An Educational Genocide

An explosion took place in front of the Sayed al-Shuhada girls’ school in one of the remote slums in western Kabul on Saturday. The incident frightened everyone and drew students’ families closer to the event. The second explosion occurred just as parents were anxiously looking for their children.

The sadness of the loss of each individual from this attack has filled the Afghan people. Everyone was rushing after their loved ones, unaware they had lost their children in the aftermath of this barbaric attack. They found their loved ones covered in blood.

In the first minutes of the explosion, the sounds of ambulance sirens stole the peace from the locals and everyone listened to children’s screams. Among the piles of blood and dirt, the hands, feet and heads were separated from the bodies of female students. Young girls went to school with dreams of making a better life for themselves, with the hopes of emerging from poverty and darkness, and to see the light and goodness of life.

After the incident, I went to Barchi with my colleague to report on the families of the victims. The blood, dirt and smoke on the doors and walls of this school could be seen, and we cried for all this oppression and injustice.

Near the Khatam al-Mursalin Mosque, I visited Mukhtar, a witnesses of the incident who had been wounded. Her abandoned house was on the slopes of a hill in Kabul. Poverty and misery were rampant within the homes of these victims.

Mukhtar was hit in her abdomen and legs during the accident and was injured. Her relatives came to her home to inquire about her condition. She continued to tell stories, squeezing her throat with hatred and disgust. Slowly and steadily, she recalled: “I was outside. One of them exploded when I got up, and I was blown away. It exploded again until I noticed that my arms and legs were bruised. My body was full of blood. I was screaming.”

Mukhtar is one of hundreds injured in the incident in Kabul. I went to Soheila’s house, whose family was grieving. Soheila was sixteen years old and an eleventh grade student. She studied English with the wages she earned from weaving carpets and she was scheduled to celebrate Eid in a few days.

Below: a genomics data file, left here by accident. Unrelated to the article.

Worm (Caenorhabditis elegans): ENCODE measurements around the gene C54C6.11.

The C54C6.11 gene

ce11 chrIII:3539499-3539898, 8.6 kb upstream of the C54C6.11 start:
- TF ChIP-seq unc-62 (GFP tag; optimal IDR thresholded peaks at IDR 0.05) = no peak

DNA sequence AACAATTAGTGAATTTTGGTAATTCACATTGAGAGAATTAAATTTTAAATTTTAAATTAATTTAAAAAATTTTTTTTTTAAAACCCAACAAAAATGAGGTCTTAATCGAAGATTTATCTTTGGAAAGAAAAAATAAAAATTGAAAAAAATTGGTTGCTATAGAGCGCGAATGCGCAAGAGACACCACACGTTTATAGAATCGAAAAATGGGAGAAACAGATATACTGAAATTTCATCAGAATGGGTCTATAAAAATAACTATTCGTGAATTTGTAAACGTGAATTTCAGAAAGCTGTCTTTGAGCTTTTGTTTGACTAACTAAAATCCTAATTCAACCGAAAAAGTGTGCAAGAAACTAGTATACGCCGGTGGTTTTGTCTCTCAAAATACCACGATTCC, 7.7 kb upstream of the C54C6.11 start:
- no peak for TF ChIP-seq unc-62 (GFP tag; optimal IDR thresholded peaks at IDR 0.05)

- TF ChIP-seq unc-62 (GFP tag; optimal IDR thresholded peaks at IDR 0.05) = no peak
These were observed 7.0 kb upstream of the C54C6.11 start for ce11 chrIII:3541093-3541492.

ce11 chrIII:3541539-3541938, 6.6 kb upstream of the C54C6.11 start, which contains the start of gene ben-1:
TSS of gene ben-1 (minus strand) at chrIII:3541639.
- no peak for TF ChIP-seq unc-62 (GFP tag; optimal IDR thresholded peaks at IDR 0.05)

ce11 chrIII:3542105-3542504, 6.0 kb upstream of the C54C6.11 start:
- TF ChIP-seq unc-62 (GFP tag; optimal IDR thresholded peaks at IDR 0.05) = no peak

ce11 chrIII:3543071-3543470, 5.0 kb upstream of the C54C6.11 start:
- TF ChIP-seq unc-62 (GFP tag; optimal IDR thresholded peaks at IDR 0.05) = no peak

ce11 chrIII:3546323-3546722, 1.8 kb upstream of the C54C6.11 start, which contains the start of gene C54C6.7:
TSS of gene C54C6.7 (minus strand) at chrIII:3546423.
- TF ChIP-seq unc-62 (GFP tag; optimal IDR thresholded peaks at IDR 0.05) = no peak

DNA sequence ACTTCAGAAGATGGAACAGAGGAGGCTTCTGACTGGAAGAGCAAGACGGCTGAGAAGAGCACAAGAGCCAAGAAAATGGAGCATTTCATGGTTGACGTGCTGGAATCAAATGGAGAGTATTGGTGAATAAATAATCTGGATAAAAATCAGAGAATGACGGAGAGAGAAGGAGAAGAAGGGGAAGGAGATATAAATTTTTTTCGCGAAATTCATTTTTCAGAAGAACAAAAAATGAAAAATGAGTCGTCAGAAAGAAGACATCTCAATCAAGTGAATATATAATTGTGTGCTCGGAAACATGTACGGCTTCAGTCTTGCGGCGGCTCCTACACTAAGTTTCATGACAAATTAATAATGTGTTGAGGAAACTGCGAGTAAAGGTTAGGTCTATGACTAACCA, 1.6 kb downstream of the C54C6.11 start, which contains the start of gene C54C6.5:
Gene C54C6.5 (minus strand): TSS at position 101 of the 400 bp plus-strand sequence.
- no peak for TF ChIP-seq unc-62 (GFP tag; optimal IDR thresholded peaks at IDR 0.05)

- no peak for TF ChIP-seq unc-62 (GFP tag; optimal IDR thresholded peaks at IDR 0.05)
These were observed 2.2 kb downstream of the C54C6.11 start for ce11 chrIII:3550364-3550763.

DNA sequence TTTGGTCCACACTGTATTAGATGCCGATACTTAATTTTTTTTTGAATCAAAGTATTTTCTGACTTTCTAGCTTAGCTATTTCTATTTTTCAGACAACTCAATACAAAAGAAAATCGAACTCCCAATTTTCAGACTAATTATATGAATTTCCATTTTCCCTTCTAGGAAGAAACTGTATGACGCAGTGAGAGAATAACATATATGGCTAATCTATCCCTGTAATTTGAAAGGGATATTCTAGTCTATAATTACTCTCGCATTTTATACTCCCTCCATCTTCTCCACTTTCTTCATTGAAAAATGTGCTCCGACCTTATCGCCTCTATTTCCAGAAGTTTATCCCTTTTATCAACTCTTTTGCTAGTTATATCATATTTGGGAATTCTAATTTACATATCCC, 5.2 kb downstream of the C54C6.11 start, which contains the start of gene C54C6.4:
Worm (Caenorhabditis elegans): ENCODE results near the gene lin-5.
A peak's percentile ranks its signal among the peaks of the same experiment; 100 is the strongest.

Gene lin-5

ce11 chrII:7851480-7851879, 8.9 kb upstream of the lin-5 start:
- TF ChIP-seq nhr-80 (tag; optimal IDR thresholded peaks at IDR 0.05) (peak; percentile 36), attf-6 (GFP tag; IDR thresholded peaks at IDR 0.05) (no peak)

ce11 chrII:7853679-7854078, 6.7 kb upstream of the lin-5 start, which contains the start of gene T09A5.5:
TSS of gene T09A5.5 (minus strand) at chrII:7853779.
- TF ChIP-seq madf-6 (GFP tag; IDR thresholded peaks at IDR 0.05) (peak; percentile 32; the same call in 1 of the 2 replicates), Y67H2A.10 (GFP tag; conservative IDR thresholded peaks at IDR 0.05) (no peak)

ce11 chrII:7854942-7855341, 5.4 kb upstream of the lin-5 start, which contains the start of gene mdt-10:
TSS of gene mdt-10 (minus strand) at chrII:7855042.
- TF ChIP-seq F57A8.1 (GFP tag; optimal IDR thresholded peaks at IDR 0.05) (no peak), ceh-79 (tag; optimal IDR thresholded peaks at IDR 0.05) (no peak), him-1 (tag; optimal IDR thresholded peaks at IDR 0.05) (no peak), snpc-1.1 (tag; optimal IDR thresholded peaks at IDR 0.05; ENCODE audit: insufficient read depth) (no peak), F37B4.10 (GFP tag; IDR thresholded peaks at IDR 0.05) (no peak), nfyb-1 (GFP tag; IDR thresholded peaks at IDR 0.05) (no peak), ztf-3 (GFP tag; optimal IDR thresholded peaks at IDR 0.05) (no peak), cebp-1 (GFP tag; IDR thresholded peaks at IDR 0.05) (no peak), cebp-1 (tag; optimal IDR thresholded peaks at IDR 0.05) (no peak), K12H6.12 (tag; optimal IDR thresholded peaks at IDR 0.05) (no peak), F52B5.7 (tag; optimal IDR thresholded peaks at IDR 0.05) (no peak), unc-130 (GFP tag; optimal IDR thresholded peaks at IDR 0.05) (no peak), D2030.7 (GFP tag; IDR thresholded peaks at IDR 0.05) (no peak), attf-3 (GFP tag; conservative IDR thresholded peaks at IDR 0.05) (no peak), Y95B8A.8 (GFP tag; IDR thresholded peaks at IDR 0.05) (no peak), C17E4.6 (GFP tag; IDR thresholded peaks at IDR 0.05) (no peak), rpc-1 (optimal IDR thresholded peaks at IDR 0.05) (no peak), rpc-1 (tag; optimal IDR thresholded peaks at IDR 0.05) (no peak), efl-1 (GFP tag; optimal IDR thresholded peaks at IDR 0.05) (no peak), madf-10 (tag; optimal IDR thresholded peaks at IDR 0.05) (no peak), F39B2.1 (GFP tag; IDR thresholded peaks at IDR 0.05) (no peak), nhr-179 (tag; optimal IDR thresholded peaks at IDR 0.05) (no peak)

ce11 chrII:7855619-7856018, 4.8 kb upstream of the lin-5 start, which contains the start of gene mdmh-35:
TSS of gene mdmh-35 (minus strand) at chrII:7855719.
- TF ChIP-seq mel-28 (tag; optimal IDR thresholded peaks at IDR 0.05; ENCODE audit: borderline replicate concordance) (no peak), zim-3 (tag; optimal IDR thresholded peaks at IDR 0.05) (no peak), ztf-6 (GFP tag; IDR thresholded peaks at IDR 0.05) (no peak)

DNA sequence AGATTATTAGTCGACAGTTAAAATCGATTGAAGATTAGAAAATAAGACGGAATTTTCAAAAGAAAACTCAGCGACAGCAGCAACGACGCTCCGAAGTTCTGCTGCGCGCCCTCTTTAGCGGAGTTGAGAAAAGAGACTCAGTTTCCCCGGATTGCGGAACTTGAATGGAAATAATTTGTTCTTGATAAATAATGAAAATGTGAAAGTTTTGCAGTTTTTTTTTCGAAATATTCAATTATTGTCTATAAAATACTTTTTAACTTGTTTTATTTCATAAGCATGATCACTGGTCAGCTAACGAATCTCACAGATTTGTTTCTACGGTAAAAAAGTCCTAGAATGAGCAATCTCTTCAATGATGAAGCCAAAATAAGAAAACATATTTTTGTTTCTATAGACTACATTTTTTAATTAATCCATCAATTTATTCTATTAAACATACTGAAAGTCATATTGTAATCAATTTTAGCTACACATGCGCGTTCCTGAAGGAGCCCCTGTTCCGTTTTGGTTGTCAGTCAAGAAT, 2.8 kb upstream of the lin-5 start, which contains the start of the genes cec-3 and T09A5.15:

But now there is nothing left of Soheila except the carpet weaving machine, a room in the corner of the yard and her books.

We could feel her mother’s tiredness and grief, and she said about her daughter’s talent: “My daughter was very deserving of a new course [in school.] She would have gotten an award in carpet weaving.”

In the first minutes of the incident, the number of killed was 22 and the number of injured was 55. A day later, the figure was confirmed to be 85 killed and more than 100 wounded. This attack brought tears to the eyes of every human being and many complained about the government’s inability to ensure security.

The Presidential Palace condemned the incident and declared a public outcry on Tuesday.

The warring parties in Afghanistan have never respected the rights of civilians, women and children, and a number of terrorists have been accused of genocide. This is not the first time that this has happened in the Barchi neighborhood of Kabul, where Hazaras live. The attack on Kowsar Danesh and the maternity ward in Barchi was one of the bloodiest events for students, women and children in Kabul.

The recent incident in Barchi, Kabul, provoked reactions from the international community, Afghan politicians and citizens. Meanwhile, the Independent Human Rights Commission (IHRC) issued a multi-article declaration calling for an immediate and permanent ceasefire in Afghanistan. On the other hand, in this declaration, this institution has called on the international community to pursue the targeted killings of the country’s ethnic groups.

Mukhtar Pedram, the owner of a private newspaper in Kabul, wrote on his Facebook page: “Yesterday (Saturday, May 7, 2021), the girls of Seyyed al-Shohada school were killed in the Barchiyeh plain, west of Kabul. So far, more than 50 dead and 151 injured have been identified. Most of the victims are children. Once again, thousands were targeted in the Barchi Plain on the eve of Ramadan. Again, all mothers, fathers, brothers, sisters – and the whole community – were in a state of panic last night.”

Like many of us, these children, their mothers and fathers were eagerly awaiting the celebration of Eid; But these student girls will no longer experience Eid. This celebration in the shattered minds of these mothers will no longer be a happy occasion.

Why? Why were the female students killed? Why were the dreams and hopes of their parents dashed?

Afghanistan’s independent human rights record has seen an increase in civilian casualties during Ramadan (April 13 to May 7). The commission recorded 130 incidents that resulted in 519 civilian casualties during Ramadan: 160 killed and 351 injured. These figures do not include yesterday’s massacre (attack on the Sayyid al-Shuhada school in western Kabul). There are also many undocumented incidents.

And for what purpose?

-Zahra, Kabul, Afghanistan

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